The Vietnam war is almost forty years behind us, but the effects still continue to haunt those that were called to serve to preserve American freedom. New research has revealed that Vietnam veterans are showing high rates of non-melanoma invasive skin cancer possibly a side-effect from exposure to agent orange. This study is published in the latest issue of Plastic and Reconstructive Surgery.

Agent Orange contained a highly toxic dioxic containment called TCDD that is estimated to have negatively affected at least 1.5 million Americans during the Vietnam war.

The link between Agent Orange exposure and skin cancer was first investigated in the 1980’s, but no substantial evidence was found. The Veterans Affairs organization does not currently recognize skin cancer as being a condition related Agent Orange. But it has been found that veterans are twice as likely to develop skin cancer.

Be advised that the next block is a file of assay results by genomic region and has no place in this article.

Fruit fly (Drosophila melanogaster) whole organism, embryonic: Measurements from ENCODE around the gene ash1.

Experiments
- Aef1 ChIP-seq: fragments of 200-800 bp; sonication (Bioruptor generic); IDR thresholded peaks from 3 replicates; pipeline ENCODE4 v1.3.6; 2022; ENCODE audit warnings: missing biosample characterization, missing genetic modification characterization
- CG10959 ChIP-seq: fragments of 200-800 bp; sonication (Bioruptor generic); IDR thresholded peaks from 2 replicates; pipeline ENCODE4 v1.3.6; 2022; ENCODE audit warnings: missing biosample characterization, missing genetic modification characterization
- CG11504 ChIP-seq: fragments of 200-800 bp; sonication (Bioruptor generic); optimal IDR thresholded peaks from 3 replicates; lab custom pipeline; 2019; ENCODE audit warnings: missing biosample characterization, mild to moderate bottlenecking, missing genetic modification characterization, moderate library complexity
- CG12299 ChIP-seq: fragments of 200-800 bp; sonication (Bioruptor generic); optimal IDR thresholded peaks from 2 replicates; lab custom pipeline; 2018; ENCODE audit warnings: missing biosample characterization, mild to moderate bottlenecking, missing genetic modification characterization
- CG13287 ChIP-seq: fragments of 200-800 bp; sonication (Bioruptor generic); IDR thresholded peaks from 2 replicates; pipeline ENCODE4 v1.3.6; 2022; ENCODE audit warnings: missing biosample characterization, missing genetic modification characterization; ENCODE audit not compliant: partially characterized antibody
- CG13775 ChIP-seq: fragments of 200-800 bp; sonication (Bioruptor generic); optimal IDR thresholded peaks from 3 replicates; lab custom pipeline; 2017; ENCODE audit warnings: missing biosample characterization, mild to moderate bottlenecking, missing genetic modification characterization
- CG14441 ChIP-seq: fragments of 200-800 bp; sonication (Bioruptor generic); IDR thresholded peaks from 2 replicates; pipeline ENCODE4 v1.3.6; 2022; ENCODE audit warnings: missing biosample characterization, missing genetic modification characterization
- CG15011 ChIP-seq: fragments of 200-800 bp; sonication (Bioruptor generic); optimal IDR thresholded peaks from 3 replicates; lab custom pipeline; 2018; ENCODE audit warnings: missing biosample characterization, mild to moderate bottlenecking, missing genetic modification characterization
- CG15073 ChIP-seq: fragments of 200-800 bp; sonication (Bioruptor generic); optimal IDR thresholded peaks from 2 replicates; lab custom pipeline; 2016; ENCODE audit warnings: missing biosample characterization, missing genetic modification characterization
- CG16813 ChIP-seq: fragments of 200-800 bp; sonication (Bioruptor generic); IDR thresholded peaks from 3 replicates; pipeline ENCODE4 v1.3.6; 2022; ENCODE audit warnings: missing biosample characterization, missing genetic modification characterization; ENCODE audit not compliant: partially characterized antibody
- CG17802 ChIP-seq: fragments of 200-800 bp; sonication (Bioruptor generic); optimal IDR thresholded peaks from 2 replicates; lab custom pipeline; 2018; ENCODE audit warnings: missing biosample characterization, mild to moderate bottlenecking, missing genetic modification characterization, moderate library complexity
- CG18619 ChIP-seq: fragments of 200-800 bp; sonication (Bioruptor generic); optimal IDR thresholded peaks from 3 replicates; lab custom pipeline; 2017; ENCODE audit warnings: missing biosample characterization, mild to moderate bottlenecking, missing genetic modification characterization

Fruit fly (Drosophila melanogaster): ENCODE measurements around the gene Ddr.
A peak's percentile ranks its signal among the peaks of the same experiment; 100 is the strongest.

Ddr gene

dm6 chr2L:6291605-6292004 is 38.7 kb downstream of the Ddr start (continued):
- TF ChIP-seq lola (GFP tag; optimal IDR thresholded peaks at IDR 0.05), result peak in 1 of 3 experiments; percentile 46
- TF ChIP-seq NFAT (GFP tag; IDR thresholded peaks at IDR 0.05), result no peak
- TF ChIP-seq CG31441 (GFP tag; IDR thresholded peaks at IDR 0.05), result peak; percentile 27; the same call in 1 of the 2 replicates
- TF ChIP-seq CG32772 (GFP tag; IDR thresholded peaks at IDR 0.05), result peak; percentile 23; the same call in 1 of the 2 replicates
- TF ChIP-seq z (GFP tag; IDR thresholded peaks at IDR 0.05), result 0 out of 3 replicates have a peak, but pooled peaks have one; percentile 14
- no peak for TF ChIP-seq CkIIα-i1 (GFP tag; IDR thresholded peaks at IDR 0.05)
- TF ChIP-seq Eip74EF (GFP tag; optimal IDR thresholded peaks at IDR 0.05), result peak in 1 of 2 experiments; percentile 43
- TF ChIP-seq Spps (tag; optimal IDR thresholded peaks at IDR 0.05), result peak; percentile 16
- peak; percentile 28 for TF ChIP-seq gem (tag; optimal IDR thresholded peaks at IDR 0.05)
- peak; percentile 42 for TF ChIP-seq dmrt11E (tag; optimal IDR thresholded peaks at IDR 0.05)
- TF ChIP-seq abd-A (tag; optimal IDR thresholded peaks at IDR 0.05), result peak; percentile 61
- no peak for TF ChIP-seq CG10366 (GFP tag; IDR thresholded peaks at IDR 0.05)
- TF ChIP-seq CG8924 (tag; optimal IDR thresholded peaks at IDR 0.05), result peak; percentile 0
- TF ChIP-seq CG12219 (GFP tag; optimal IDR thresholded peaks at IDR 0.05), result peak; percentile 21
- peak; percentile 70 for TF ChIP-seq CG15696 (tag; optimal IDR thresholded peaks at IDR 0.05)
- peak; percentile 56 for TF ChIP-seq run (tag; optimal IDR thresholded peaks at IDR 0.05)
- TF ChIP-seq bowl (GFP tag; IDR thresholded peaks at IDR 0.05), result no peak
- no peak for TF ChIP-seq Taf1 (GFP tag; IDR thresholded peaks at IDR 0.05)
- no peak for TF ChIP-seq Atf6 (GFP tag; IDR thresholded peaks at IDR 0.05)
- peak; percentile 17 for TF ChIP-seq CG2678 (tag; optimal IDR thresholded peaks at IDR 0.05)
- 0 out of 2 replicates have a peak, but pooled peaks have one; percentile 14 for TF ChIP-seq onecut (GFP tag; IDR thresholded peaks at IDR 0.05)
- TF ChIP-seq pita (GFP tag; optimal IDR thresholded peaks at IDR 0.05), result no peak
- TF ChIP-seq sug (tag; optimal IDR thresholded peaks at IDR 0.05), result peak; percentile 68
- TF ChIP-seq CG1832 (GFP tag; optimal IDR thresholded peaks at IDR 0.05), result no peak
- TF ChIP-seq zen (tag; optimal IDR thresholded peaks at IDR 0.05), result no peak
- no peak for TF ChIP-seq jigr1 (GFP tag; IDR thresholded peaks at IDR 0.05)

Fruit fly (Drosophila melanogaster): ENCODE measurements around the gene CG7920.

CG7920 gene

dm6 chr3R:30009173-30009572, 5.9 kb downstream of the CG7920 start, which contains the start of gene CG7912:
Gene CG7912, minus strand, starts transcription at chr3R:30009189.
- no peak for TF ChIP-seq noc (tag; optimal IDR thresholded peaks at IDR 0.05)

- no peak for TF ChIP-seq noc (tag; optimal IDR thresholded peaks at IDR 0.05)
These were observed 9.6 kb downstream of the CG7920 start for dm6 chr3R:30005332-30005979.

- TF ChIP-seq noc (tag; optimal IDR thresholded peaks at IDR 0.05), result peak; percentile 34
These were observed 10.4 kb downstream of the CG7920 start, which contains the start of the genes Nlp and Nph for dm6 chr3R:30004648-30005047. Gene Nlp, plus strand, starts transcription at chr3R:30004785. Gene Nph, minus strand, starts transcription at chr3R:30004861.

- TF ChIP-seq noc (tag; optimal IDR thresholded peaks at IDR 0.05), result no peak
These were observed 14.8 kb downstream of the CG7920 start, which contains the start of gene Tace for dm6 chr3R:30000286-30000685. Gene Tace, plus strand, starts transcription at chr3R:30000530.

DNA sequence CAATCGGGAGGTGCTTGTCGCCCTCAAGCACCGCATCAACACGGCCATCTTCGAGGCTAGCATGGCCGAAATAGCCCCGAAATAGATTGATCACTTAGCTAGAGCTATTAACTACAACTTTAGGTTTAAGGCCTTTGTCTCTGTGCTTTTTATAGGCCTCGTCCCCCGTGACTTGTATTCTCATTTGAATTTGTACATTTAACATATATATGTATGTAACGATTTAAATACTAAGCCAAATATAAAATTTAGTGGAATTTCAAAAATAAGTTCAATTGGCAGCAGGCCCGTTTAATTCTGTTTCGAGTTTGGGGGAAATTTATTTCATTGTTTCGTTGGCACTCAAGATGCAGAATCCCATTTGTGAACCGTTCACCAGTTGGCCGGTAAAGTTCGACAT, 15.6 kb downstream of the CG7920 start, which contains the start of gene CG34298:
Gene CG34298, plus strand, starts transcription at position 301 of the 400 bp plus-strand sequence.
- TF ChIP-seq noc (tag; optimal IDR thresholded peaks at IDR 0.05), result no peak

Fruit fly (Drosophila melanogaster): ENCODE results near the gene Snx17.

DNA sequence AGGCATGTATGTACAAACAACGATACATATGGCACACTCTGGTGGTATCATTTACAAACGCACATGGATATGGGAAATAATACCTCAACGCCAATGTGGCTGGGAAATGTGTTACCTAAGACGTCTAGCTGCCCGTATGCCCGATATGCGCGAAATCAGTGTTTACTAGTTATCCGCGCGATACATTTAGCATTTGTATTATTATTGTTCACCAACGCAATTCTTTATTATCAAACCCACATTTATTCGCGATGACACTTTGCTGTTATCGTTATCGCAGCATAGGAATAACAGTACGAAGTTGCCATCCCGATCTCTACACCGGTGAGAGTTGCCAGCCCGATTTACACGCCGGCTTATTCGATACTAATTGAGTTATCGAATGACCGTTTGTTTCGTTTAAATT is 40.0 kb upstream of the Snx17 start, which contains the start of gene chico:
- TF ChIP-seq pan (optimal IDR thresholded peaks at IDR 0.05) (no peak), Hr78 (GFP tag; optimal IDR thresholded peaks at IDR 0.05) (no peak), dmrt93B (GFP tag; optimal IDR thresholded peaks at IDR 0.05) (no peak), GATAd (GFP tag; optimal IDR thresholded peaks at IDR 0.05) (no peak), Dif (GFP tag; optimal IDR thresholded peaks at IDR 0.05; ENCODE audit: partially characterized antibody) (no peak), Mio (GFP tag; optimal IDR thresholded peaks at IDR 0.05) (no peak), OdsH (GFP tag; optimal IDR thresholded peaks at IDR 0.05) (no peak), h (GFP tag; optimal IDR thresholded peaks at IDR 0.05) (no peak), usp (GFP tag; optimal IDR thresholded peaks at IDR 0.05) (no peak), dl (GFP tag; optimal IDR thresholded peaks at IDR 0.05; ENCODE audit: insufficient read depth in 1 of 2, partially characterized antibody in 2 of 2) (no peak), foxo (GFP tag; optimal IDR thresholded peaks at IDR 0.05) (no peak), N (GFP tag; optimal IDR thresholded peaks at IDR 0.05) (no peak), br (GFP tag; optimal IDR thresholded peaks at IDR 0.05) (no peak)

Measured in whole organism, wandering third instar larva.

Here’s what they found;

The researchers behind the new study analyzed the medical records of 100 consecutive Vietnam veterans who enrolled in the Agent Orange registry at the Veterans Affairs hospital in Washington, DC, between 2009 and 2010.

About 1.5 million Americans served in Vietnam during the most intense period of herbicide use.

Of this sample, 56% lived or worked in areas contaminated by Agent Orange, 30% were engaged in spraying Agent Orange and 14% were exposed to TCDD by traveling through contaminated areas.

Overall, 51% of the veterans in the study had non-melanoma invasive skin cancer (NMISC). This is a statistically significant figure – about twice as high as the average rate in men of a similar age. In the veterans who had actively sprayed Agent Orange, the risk of NMISC increased to 73%.

Another skin condition, chloracne, was observed in 43% of the veterans. The rate of NMISC among the veterans with chloracne was 80%. Veterans with lighter skin or eye color also had a higher risk of developing skin cancer.